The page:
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During all my studies I learned that when ever I want to give a user access to an inner property, I shouldn't give a direct access to the property, but give access through get/set method, for example:

class myClass
{
    private int x;

    public void SetX (int x)
    {
        this.x = x;
    }

    public int GetX ()
    {
        return this.x
    }
}

As it gives the added benefits of allowing the programmer to change the engine completely more easily without affecting the user, easier de-bugging and gives more options for checking validity of input.

However, since I started learning and writing in C# I noticed that most of the classes that are "native" to the language expose their properties, for example, to set/get the location or sizes of a rectangle (System.Drawing.Rectangle), you can simply access directly the X, Y, Width and Height properties.

  • The only benefits I see of exposing the properties is that the code is a little simpler. Are there any other benefits to exposing properties?

  • When should I expose the properties, and when shouldn't I?

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3  
Read this. read the comments also –  Manish Mishra Mar 24 '13 at 14:41
    
@ManishMishra I was going to write some answer, but then i read your comment, thanks for the link –  Vamsi Krishna Mar 24 '13 at 14:50
    
@ManishMishra, your link is great, Post it as an answer (with a summation of what is written there) and I would accept it. –  Ilya Melamed Mar 25 '13 at 7:10

4 Answers 4

up vote 1 down vote accepted

So basically, your question is Properties vs Public Variables. When to use what?

Read this Post, including the comments.

A quick summary of entire discussion:

  • Reflection works differently on variables vs. properties, so if you rely on reflection,
    it's easier to use all properties.
  • You can't databind against a variable.
  • Changing a variable to a property is a breaking change.

Trivial property implementation of exposing a data member is a lot of code for no or little gain and only rational reasons can be:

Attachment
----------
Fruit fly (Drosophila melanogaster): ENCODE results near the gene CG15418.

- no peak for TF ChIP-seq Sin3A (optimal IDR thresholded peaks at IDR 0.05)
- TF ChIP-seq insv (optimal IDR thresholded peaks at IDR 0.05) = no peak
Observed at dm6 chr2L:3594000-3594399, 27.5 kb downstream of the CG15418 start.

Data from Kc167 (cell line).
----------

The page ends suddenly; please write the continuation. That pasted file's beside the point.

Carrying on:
• To provide read-only access to a member var that cannot be declared const for some reason

  • If you're writing a component that is meant for use by some 3rd parties and there exists any chance that the component will have to be replaced without requiring a rebuild by those users (changing a public member variable to a property breaks the interface, so a rebuild is needed).

Also, wrap public fields in properties, for two reasons - one is that you can't change it later without breaking binary compatibility. Two is that you can't bind to fields.

Reflection code against fields looks very different from reflection code against 
properties (FieldInfo vs. PropertyInfo for starters). So even if you can 
recompile against the new binary, if you use reflection on that field 
you're hosed.
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You're confusing Properties and Fields. In C#, Properties can be used like public fields, but internally their get/set methods are called. As an example, your class with a property would look like this:

class MyClass
{
    // Field, direct access to the internal representation
    private int x; 

    // Property, access via methods, but syntax like field access
    public int X {
        get { return this.x; } // generates a get-method "int get_X()"
        set { this.x = value; } // generates a set-method "void set_X(int value)"
    }
}

When you now set the property X like this: myClass.X = 42 , the compiler translates this to myClass.set_X(42), which calls the method declared in the set block. The Field-like syntax is just for convenience.

So it is true that you should prefer to expose set/get-methods. It's just that in C#, the preferred way of doing so is via Properties, which abstract away the actual calling of these methods and allow you to use them like fields.

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In C# you use properties instead of getter/setter methods, since they provide the same functionality. Note that fields != properties. See MSDN: Properties.

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Like you said, the advantage of not giving direct access to your variables is that you can change the implementation without any changes for the user of your class. And in terms of object oriented programming, I think that's an important thing.

Also, with using properties, you can still influence the working of "get" or "set". Which can be useful in certain situations.

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